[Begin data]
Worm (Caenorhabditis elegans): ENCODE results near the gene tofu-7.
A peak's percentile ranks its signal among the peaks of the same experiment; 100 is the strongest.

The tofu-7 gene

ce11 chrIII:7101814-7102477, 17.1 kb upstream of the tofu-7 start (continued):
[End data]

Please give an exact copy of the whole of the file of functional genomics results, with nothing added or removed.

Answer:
Worm (Caenorhabditis elegans): ENCODE results near the gene tofu-7.
A peak's percentile ranks its signal among the peaks of the same experiment; 100 is the strongest.

The tofu-7 gene

ce11 chrIII:7101814-7102477, 17.1 kb upstream of the tofu-7 start (continued):